Maybe after reading this you think I'm some horrible monster of a parent. So many people live in fear that they will damage their child or that if they punish their kid, someone will call SRS. (Karlye is cringing as she reads this.)  I know that my great-grandfather was a much harsher father than I even know how to be.  He sacrificed his relationship with his son trying to break my grandfather's stubborn will.  I know that there used to be much more respect and civility when parents weren't afraid to discipline firmly.  Today everyone is so concerned with hurting their baby's feelings that they raise irresponsible brats.  I'm just trying to find the balance.  I want to teach my kids with love, being firm when necessary and never jeopardizing my relationship with them.  I also know that this relationship is one of a father to his child and not one of coequals and friends.  Maybe someday if I do a good enough job now, I can have that kind of friendship with my kids. Then I can sit back with an inner smile as they relate to me the trials and tribulations that they are experiencing raising their own little herd of devil-children. Until then, I'm doing my best to carry out the responsibility that God has given me to care for and nurture these munchkins to the best of my ability.  I have a great partner to work with and I am so thankful to have her. Of course when  it get really crazy I like to remind her that SHE was the one that wanted this many children.  She loves it when I do that.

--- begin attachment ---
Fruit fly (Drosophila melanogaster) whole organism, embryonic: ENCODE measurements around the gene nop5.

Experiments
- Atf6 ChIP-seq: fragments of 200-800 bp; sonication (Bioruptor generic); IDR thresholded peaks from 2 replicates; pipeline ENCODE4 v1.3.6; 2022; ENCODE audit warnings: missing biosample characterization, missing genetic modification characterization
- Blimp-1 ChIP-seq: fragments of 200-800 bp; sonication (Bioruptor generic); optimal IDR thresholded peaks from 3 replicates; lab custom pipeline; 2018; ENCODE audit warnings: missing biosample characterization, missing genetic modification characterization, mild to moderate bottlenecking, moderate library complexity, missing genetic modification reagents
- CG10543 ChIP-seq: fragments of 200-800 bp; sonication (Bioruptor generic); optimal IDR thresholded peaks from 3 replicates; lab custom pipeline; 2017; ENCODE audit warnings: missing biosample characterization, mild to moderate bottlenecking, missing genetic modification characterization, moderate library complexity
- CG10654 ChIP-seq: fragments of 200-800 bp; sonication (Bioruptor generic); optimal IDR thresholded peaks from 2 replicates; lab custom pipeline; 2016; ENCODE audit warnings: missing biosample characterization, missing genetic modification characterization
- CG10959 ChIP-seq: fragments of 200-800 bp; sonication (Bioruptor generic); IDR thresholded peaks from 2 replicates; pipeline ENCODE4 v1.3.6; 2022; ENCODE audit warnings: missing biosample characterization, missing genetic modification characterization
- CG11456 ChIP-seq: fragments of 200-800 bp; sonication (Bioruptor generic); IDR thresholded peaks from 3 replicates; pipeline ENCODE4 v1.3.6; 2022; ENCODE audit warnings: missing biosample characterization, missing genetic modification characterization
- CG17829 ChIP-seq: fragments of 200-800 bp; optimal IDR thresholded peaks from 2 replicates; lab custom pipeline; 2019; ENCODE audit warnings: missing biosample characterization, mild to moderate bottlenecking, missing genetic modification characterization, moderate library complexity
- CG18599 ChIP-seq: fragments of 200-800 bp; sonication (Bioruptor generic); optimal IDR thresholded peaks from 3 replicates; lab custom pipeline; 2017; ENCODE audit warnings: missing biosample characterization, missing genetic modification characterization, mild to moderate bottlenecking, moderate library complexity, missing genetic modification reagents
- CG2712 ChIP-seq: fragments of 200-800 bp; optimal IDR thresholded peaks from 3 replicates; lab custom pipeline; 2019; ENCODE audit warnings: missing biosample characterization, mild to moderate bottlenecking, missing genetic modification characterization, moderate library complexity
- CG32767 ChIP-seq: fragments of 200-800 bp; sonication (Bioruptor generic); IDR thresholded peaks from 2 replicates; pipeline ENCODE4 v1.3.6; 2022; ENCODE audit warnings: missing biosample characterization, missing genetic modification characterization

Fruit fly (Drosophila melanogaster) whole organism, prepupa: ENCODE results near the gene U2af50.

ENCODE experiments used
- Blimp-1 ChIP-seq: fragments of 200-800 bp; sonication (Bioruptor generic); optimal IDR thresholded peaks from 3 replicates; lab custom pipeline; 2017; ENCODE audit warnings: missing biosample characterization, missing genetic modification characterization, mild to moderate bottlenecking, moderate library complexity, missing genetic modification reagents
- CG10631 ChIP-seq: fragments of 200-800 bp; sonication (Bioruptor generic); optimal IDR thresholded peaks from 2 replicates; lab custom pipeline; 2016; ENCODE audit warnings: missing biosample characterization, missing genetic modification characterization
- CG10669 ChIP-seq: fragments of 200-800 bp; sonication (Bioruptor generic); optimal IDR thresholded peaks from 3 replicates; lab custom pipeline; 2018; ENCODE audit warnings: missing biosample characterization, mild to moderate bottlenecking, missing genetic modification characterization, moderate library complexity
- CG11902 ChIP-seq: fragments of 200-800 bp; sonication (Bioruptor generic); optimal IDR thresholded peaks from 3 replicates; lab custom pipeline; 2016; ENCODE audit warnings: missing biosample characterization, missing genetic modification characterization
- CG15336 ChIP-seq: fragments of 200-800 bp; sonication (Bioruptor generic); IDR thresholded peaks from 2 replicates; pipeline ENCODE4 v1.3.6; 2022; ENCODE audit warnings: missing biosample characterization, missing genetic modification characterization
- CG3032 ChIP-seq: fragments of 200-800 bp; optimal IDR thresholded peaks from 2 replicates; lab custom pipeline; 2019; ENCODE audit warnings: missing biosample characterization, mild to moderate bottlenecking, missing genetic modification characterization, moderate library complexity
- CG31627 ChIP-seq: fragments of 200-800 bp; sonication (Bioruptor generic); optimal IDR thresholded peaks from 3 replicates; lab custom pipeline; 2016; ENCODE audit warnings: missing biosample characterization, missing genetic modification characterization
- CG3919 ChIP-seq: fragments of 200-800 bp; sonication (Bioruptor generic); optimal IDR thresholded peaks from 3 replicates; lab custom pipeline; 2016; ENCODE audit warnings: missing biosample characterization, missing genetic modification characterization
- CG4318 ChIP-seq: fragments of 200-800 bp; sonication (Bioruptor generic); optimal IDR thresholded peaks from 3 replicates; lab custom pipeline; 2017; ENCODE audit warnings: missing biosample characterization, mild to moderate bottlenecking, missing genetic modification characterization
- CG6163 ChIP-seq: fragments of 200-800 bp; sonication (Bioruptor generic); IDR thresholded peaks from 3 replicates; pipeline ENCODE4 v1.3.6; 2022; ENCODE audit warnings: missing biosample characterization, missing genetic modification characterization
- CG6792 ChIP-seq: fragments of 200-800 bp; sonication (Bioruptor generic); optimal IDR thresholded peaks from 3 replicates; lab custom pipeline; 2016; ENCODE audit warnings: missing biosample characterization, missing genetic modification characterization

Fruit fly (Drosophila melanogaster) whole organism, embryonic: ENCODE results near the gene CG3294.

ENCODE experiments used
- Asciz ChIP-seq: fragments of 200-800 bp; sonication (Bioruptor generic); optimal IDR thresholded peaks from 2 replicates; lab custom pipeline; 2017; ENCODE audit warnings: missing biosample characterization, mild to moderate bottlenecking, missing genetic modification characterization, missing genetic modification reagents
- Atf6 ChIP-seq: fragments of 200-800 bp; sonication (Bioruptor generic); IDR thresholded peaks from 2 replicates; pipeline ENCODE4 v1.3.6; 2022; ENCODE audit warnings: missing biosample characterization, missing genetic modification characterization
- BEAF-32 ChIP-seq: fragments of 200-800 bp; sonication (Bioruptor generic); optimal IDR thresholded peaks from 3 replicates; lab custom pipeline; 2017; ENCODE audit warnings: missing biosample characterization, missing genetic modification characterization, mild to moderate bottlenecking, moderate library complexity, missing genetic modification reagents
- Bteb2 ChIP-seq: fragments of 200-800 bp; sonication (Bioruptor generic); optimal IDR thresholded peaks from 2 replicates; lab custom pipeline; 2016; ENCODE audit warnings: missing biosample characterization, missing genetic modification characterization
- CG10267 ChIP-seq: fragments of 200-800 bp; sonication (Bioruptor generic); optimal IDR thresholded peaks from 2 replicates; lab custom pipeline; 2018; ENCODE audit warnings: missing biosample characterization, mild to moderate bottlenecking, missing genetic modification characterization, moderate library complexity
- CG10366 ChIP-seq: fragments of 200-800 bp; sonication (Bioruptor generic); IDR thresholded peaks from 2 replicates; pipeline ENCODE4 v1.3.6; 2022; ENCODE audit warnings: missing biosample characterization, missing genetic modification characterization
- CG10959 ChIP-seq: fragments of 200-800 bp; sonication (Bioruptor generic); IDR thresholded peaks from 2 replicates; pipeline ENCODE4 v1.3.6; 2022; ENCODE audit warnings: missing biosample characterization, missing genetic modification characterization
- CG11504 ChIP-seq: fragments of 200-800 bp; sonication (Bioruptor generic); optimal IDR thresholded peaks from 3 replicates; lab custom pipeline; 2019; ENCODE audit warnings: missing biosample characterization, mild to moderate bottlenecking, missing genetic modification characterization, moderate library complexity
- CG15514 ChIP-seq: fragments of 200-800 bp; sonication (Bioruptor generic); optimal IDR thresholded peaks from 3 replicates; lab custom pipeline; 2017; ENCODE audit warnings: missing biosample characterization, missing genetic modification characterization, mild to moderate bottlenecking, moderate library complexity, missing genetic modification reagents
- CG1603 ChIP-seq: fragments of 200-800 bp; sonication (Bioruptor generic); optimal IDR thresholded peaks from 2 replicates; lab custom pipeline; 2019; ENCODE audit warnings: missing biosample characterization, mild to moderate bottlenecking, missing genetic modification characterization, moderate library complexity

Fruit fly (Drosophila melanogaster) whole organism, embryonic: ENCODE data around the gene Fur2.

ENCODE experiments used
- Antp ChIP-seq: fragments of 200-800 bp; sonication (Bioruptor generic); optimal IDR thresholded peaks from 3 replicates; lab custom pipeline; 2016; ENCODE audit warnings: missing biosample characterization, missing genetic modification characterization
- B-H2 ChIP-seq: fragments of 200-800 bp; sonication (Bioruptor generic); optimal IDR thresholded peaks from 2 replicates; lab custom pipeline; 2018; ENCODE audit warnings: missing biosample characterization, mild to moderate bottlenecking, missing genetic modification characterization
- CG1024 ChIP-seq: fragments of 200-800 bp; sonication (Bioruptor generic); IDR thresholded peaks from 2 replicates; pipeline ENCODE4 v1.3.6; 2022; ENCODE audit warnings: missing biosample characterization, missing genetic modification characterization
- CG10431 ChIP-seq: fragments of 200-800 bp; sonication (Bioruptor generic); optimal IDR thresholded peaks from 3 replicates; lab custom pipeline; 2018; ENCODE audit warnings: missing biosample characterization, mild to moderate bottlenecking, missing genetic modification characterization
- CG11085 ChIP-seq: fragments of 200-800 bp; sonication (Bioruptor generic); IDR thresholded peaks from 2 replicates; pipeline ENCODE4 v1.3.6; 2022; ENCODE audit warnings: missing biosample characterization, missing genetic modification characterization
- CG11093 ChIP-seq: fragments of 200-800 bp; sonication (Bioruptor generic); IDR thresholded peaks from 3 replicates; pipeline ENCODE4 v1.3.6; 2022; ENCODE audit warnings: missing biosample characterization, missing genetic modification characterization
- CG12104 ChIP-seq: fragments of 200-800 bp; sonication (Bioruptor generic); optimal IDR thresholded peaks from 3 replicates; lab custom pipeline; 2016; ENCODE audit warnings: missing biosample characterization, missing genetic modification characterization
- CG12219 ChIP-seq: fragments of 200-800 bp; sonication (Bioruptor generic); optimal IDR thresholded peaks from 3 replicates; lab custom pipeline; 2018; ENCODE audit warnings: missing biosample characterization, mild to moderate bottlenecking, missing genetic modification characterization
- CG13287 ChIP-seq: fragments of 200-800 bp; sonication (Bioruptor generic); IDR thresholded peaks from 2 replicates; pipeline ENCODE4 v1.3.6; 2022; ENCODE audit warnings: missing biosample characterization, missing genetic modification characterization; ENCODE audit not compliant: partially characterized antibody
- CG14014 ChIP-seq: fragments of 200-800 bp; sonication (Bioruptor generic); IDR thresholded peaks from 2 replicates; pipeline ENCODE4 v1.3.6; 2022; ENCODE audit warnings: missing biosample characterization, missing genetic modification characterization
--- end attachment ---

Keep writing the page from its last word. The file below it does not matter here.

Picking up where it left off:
If nothing else, we have a dog that listens and obeys now.  I never thought that would be possible.  I realize children are much more complex than Golden Retrievers, but at least that gives us some hope.  It's going to take a lot of work.  Lord give us strength.  Only 20 more years to go.